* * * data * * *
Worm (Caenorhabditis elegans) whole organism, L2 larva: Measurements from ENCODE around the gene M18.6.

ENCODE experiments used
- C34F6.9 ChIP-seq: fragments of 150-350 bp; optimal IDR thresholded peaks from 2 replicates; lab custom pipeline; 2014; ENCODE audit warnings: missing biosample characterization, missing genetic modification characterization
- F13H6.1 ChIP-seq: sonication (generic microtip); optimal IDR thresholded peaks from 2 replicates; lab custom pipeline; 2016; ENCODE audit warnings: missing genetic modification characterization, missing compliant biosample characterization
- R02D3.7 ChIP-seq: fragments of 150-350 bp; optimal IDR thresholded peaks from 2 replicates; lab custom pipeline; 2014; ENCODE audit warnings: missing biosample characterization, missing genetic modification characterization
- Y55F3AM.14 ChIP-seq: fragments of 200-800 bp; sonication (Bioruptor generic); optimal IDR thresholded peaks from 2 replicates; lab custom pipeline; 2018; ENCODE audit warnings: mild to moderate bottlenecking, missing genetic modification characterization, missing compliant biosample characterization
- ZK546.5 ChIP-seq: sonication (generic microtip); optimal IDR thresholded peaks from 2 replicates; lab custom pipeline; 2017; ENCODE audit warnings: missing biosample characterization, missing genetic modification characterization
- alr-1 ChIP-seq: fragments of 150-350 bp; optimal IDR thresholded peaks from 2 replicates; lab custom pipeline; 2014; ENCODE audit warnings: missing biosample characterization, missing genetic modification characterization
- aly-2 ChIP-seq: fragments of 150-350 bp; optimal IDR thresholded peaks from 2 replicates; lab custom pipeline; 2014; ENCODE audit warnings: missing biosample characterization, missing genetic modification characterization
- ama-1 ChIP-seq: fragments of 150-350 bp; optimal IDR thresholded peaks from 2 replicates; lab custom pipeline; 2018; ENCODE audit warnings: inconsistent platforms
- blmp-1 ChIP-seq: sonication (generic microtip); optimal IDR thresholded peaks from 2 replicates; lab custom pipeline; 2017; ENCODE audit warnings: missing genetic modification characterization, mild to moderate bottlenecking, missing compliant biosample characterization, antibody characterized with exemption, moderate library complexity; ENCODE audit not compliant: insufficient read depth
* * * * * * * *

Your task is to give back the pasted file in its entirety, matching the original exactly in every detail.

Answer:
Worm (Caenorhabditis elegans) whole organism, L2 larva: Measurements from ENCODE around the gene M18.6.

ENCODE experiments used
- C34F6.9 ChIP-seq: fragments of 150-350 bp; optimal IDR thresholded peaks from 2 replicates; lab custom pipeline; 2014; ENCODE audit warnings: missing biosample characterization, missing genetic modification characterization
- F13H6.1 ChIP-seq: sonication (generic microtip); optimal IDR thresholded peaks from 2 replicates; lab custom pipeline; 2016; ENCODE audit warnings: missing genetic modification characterization, missing compliant biosample characterization
- R02D3.7 ChIP-seq: fragments of 150-350 bp; optimal IDR thresholded peaks from 2 replicates; lab custom pipeline; 2014; ENCODE audit warnings: missing biosample characterization, missing genetic modification characterization
- Y55F3AM.14 ChIP-seq: fragments of 200-800 bp; sonication (Bioruptor generic); optimal IDR thresholded peaks from 2 replicates; lab custom pipeline; 2018; ENCODE audit warnings: mild to moderate bottlenecking, missing genetic modification characterization, missing compliant biosample characterization
- ZK546.5 ChIP-seq: sonication (generic microtip); optimal IDR thresholded peaks from 2 replicates; lab custom pipeline; 2017; ENCODE audit warnings: missing biosample characterization, missing genetic modification characterization
- alr-1 ChIP-seq: fragments of 150-350 bp; optimal IDR thresholded peaks from 2 replicates; lab custom pipeline; 2014; ENCODE audit warnings: missing biosample characterization, missing genetic modification characterization
- aly-2 ChIP-seq: fragments of 150-350 bp; optimal IDR thresholded peaks from 2 replicates; lab custom pipeline; 2014; ENCODE audit warnings: missing biosample characterization, missing genetic modification characterization
- ama-1 ChIP-seq: fragments of 150-350 bp; optimal IDR thresholded peaks from 2 replicates; lab custom pipeline; 2018; ENCODE audit warnings: inconsistent platforms
- blmp-1 ChIP-seq: sonication (generic microtip); optimal IDR thresholded peaks from 2 replicates; lab custom pipeline; 2017; ENCODE audit warnings: missing genetic modification characterization, mild to moderate bottlenecking, missing compliant biosample characterization, antibody characterized with exemption, moderate library complexity; ENCODE audit not compliant: insufficient read depth